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Pillow Talk: Keeping Allergies At Bay

We all know your pillow can make or break a good night's sleep. But what is less known is that it can also harbor an ecosystem of allergens that can trigger conditions like asthma, eczema and hay fever, with the most prolific culprits being dust mites. These little mites thrive in warm, humid conditions and munch on shed dead skin cells. With that in mind, it makes sense that pillows are one of their preferred habitats.

Thankfully there are a myriad of choices out there to help minimise your allergy-risk and maximise your dream time. Let’s take a closer look at some conditions and the best pillows for the job.

Asthma

According to Asthma Australia, one in nine Australians have asthma. Asthma symptoms can range from mild to severe, and can include a feeling of breathlessness, a tight chest, wheezing, coughing and asthma attacks which are usually the result of a trigger (e.g. exercise, animal fur and other allergens such as dust). Asthma can also cause the sufferer to wake at night with symptoms.

It’s probably no surprise that dust is the most common year-round trigger of asthma – and our pillows and bedding are perfect spots for dust mites to create a home.

The best ways asthma sufferers can protect themselves from these microscopic critters is to look for pillows with synthetic fibres like Dacron, as well as more natural alternatives like latex and natural wool-filled pillows. Latex and wool are anti-bacterial, hypoallergenic and naturally dust mite resistant.

pillow with synthetic fibres

Eczema

Eczema is a recurring skin condition that impacts one in three Australians at some point. According to Eczema Association of Australasia, it is most commonly found in people with a family history of an atopic disorder (in other words, people who are “hyperallergenic”, not to be confused with hypoallergenic) like asthma or hay fever.

Atopic eczema is the most common form of the condition in Australia. Symptoms of this are dry, red skin that is itchy. In more severe cases the skin may weep, bleed and then create a crusty surface layer.
 
There are multiple triggers for eczema (though it can also flare up and heal for no reason), including dust mites. Natural cotton or wool-filled pillows are recommended for their hypoallergenic and anti-bacterial qualities, and for being inhospitable to dust mites, as well as cooler to sleep on.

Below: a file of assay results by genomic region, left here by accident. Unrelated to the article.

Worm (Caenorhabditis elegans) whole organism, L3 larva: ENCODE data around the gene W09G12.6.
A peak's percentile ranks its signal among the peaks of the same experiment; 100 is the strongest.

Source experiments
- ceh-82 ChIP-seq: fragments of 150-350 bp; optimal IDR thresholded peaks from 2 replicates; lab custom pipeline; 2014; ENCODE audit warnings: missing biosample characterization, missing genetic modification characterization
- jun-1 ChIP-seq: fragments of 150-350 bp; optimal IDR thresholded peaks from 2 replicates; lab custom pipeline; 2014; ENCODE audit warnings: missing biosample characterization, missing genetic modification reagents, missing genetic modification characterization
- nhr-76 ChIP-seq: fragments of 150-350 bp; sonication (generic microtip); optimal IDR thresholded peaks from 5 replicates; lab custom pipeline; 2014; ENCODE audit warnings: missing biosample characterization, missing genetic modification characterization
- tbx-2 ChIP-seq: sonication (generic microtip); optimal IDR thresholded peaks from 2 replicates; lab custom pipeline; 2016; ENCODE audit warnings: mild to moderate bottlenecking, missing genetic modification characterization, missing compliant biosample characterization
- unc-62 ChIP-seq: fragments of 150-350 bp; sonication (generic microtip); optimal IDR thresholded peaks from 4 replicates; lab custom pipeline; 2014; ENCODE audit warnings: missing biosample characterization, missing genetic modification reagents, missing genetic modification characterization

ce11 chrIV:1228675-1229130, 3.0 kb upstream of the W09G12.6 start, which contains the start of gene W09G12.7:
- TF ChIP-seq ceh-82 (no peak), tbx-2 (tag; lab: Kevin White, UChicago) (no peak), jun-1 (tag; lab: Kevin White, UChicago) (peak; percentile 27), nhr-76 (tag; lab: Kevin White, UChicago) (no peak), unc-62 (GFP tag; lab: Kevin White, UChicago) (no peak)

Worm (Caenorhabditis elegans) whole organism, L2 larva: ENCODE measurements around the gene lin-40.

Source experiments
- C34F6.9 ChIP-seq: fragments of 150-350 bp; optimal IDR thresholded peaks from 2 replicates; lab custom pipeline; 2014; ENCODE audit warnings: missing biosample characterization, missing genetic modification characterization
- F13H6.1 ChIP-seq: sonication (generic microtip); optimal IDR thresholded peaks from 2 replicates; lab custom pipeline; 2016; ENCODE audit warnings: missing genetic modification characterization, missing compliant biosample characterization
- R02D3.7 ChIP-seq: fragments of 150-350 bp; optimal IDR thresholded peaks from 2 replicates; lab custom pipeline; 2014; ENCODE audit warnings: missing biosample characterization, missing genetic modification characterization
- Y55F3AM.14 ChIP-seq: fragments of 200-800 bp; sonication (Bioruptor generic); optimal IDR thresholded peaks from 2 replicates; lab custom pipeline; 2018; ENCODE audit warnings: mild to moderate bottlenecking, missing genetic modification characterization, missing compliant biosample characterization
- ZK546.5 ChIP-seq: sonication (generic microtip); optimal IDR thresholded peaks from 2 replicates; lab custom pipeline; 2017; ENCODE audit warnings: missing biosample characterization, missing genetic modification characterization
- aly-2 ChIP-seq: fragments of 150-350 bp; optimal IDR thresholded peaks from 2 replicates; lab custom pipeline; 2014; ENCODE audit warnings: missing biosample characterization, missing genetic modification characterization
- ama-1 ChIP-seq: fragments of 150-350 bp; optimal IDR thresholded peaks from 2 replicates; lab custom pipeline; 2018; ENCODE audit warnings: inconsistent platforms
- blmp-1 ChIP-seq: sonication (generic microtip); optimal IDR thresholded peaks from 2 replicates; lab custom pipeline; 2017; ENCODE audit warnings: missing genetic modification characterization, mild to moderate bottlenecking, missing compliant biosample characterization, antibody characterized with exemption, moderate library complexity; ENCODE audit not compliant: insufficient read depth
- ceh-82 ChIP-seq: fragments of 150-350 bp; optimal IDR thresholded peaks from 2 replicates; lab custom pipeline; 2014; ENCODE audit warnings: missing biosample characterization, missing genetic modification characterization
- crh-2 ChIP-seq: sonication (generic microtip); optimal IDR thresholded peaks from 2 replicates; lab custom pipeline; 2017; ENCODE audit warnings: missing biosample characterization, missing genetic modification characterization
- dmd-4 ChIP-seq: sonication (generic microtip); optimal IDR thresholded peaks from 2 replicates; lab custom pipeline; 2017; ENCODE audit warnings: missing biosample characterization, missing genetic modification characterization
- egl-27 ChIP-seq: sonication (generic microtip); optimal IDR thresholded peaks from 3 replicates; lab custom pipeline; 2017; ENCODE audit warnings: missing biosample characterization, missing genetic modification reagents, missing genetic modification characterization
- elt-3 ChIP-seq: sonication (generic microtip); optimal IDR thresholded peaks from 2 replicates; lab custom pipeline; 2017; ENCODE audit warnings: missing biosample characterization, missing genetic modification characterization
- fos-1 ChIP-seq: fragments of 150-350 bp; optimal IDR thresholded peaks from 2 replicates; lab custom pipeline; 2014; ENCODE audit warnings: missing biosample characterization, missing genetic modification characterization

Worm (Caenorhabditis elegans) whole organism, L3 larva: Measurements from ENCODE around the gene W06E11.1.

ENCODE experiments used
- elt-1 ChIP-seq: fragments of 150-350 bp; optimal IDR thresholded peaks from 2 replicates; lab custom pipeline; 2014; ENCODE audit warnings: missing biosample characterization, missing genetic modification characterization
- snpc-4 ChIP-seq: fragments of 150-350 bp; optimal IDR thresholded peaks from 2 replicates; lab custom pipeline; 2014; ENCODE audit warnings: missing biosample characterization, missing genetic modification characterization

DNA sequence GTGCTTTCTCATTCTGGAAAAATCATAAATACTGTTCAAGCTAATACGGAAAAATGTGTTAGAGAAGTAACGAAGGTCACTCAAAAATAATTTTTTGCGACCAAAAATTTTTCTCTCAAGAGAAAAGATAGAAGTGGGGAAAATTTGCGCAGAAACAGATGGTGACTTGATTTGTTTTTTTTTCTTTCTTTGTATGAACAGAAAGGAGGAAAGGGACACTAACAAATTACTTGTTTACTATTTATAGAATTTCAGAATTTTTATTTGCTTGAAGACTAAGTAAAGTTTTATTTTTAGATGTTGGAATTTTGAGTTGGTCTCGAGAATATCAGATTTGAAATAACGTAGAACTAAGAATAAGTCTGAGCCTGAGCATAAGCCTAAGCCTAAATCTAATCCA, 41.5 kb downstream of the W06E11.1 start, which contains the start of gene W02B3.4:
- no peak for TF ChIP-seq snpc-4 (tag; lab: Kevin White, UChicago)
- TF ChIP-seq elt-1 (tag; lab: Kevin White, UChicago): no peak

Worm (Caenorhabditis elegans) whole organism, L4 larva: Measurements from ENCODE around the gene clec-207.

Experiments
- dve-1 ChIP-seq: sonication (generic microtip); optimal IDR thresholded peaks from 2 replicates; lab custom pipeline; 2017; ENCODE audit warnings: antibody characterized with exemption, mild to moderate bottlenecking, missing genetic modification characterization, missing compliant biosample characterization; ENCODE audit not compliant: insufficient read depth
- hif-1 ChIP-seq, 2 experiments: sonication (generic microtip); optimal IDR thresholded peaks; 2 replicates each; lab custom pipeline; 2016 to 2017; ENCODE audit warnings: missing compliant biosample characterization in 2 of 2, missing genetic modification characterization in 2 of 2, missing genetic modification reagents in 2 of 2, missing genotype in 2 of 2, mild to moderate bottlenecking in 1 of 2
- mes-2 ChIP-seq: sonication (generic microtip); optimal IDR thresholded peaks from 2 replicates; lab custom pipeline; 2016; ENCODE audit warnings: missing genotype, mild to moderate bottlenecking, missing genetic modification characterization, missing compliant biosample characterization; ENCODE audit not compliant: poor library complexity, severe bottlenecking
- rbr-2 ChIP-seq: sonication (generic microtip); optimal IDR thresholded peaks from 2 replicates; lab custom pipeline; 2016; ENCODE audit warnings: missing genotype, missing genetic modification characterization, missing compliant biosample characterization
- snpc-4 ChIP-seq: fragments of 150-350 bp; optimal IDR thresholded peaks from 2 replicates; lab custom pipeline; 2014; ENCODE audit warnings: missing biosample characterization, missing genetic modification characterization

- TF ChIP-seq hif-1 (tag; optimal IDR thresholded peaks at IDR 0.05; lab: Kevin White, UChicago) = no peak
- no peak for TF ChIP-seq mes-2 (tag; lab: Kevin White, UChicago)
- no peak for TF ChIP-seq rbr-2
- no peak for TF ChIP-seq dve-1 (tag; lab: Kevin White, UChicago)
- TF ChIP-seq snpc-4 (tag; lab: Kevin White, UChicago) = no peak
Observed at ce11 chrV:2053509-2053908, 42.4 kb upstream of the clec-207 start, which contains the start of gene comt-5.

Hay fever

Also known as allergic rhinitis, hay fever is triggered by airborne allergens (certain grass and pollens) and general allergens like dust and animal fur. Symptoms include itchy eyes, nose, throat and/or roof of the mouth, sneezing, blocked nosed, runny nose and weepy eyes.

Much like eczema and asthma sufferers, you’ll want to look at pillows that deter dust mites and offer a good level of breathability. Natural latex pillows are a good choice, as are wool and cotton (which are all naturally hypoallergenic) and anti-allergy hollowfibre. Hollowfibre is made from polyester, but it has a lighter weave so is more breathable (hence why it’s appropriate for allergy sufferers).

Hypoallergenic vs anti-allergy

One thing to be mindful of when looking at pillows is the distinction between hypoallergenic and anti-allergy. Hypoallergenic means that the pillow is made from materials that are less likely to trigger allergies. Anti-allergy means the pillow has been treated to prevent dust mites/the dust mite allergen.

messy bed with white sheets

More pillow talk...

Finding the right pillow is a great start, but there are some other tricks of the trade.

  • Allergy sufferers and those with asthma and eczema should cover their pillows in a fully enclosed, dust mite-proof case to create an extra layer of protection.  
  • Wash your pillows, people. Always look at the instructions from the manufacturer, though, as not all pillow materials are machine-washable.
  • If you have a wool allergy, you can cover your wool pillow with a cotton case to keep it away from your skin. 
  • When choosing a pillow, consider how you sleep (back, stomach or side) as well as the allergenic risk. For example, cotton pillows can become quite flat, so are not ideal for side sleepers.
  • Wash your bedding in water hotter than 55°C to kill mites and get rid of the allergen they produce. The National Asthma Council Australia recommends that if you can’t use a hot wash, use a commercial product that contains essential oils like eucalyptus oil or tea tree oil, which has been created to kill dust mites in cold water. Again, always check the manufacturer instructions before you start blitzing your bedding. 

The above is not an exhaustive checklist of what materials will work for you; rather, guidelines to follow. There are many combinations out there that provide optimum comfort along with hypoallergenic properties, or anti-allergy treatments.

Rest assured – you don’t need to compromise on quality or comfort in the search for the ideal, hypoallergenic/anti-allergy pillow.

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